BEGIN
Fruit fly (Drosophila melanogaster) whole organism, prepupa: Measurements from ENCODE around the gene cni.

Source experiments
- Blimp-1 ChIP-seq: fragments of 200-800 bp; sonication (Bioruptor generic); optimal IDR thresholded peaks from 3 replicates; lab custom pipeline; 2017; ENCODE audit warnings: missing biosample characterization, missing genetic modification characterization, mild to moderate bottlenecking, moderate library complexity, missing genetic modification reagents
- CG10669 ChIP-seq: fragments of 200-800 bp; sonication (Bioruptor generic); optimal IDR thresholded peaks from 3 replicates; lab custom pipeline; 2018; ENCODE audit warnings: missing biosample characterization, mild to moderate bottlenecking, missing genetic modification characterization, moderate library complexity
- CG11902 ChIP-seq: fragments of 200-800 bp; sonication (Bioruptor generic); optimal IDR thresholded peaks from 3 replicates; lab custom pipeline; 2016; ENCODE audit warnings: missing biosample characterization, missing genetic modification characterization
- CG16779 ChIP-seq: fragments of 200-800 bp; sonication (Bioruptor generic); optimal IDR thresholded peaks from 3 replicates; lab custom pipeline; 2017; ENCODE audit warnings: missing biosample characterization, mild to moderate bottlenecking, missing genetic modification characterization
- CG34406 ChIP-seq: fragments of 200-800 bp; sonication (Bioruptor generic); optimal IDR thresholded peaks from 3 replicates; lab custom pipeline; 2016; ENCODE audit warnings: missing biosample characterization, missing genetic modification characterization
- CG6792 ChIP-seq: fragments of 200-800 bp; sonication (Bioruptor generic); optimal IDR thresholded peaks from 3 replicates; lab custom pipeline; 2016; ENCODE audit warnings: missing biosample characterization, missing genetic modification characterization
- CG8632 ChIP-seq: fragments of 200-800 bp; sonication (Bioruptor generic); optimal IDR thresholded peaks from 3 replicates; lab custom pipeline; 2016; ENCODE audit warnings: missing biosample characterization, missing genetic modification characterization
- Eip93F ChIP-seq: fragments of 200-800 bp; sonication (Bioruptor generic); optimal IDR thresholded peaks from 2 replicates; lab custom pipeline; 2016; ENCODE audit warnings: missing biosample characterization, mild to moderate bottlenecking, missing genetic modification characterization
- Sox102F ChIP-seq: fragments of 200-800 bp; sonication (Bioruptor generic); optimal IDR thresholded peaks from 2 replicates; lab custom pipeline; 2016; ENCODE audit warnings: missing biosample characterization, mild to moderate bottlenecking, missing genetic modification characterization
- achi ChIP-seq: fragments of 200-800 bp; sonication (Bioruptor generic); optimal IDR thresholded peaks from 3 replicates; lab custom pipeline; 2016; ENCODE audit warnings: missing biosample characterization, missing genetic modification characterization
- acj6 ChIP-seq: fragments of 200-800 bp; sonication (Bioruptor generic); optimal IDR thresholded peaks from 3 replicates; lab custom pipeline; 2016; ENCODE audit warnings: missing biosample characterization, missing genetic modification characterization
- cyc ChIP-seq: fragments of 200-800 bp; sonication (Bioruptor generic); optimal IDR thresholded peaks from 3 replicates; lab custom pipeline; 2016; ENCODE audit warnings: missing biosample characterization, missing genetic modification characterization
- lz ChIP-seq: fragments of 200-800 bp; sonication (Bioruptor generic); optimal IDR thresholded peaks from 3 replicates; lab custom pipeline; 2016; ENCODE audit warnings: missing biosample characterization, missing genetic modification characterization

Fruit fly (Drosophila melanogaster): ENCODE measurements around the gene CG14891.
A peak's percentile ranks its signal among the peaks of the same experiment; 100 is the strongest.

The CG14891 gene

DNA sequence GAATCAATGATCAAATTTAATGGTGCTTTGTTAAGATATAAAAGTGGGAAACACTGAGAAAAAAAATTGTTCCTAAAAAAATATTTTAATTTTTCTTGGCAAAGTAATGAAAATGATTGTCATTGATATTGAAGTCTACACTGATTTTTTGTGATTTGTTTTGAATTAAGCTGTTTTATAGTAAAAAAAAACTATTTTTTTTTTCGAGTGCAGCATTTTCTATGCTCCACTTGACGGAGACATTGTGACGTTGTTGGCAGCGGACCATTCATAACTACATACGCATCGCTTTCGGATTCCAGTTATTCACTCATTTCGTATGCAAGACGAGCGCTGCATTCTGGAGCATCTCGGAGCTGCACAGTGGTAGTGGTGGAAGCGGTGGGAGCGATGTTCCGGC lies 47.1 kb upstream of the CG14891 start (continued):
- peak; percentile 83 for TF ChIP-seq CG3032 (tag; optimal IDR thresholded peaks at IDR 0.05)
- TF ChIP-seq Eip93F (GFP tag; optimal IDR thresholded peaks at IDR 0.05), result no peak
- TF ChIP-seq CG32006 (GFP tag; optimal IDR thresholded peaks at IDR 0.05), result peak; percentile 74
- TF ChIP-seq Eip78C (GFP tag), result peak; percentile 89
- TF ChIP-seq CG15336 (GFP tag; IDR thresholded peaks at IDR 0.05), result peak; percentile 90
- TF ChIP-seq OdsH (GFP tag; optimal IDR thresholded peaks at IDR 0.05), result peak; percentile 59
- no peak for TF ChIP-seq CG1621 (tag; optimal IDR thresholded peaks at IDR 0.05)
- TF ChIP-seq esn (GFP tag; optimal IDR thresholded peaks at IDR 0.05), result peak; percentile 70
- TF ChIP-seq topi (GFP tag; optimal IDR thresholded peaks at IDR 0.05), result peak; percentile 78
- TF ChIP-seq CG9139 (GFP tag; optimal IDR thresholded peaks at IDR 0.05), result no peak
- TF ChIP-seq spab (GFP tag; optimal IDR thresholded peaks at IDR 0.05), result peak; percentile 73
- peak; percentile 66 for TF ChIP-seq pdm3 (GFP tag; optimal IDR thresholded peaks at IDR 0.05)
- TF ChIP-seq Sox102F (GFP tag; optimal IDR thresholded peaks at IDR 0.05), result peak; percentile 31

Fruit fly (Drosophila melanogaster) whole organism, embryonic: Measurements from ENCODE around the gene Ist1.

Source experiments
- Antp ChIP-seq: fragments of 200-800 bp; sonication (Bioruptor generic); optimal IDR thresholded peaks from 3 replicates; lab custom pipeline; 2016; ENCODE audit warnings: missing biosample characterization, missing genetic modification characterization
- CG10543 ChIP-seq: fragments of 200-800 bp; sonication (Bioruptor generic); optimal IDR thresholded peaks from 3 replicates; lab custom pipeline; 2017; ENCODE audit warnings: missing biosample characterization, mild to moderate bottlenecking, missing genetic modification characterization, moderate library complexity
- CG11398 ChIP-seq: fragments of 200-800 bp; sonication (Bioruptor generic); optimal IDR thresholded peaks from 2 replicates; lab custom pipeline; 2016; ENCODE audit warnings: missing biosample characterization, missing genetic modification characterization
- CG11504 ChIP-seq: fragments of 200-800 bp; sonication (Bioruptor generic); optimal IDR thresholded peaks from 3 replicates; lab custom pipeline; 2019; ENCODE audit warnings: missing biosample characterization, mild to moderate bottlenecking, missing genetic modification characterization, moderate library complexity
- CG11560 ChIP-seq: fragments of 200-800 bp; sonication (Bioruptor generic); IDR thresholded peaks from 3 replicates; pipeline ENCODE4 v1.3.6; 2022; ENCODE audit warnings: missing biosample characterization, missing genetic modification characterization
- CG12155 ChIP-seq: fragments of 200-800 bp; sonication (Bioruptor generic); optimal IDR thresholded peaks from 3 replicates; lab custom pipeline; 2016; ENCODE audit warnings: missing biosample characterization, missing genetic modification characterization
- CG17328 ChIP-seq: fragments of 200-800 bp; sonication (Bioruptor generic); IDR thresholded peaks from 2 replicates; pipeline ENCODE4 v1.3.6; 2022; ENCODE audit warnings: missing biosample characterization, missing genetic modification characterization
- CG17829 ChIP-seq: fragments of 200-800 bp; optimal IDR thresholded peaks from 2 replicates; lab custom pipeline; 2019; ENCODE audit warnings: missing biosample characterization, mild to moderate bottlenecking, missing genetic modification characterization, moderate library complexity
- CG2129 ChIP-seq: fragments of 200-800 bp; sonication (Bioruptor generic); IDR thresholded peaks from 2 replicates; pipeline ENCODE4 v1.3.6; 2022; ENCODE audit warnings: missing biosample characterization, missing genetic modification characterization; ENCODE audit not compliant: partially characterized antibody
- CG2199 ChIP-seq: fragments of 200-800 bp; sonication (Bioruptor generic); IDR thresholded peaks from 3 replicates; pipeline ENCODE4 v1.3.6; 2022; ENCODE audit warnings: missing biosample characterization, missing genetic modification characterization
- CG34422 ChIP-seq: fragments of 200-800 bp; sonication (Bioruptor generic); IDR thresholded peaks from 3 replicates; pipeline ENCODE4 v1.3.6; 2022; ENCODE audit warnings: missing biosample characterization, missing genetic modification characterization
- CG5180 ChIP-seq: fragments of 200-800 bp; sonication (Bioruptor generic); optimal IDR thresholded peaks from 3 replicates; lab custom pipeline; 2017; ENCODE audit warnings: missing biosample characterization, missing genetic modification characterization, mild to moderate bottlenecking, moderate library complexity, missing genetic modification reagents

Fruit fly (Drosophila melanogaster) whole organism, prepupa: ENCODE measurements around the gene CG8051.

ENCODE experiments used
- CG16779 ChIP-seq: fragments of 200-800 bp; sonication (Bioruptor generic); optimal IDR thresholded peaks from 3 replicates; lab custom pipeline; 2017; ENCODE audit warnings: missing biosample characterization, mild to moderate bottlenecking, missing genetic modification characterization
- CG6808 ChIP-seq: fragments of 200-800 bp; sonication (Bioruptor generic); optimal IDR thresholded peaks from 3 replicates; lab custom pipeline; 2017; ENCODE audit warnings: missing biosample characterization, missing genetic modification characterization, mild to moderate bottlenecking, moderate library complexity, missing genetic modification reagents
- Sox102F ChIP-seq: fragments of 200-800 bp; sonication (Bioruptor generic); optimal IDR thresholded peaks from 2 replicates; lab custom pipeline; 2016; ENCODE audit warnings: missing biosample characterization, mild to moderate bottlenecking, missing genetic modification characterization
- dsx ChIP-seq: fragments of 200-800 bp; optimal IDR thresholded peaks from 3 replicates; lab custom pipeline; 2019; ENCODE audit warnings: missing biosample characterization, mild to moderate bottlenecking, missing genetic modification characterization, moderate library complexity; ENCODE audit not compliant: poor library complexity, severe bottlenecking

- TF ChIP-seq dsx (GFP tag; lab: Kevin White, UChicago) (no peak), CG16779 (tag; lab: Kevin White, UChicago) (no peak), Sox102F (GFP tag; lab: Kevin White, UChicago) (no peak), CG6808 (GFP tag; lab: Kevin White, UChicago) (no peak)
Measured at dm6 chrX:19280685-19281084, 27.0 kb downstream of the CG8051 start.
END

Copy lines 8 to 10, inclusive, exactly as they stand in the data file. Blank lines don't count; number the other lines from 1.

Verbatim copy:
- CG6792 ChIP-seq: fragments of 200-800 bp; sonication (Bioruptor generic); optimal IDR thresholded peaks from 3 replicates; lab custom pipeline; 2016; ENCODE audit warnings: missing biosample characterization, missing genetic modification characterization
- CG8632 ChIP-seq: fragments of 200-800 bp; sonication (Bioruptor generic); optimal IDR thresholded peaks from 3 replicates; lab custom pipeline; 2016; ENCODE audit warnings: missing biosample characterization, missing genetic modification characterization
- Eip93F ChIP-seq: fragments of 200-800 bp; sonication (Bioruptor generic); optimal IDR thresholded peaks from 2 replicates; lab custom pipeline; 2016; ENCODE audit warnings: missing biosample characterization, mild to moderate bottlenecking, missing genetic modification characterization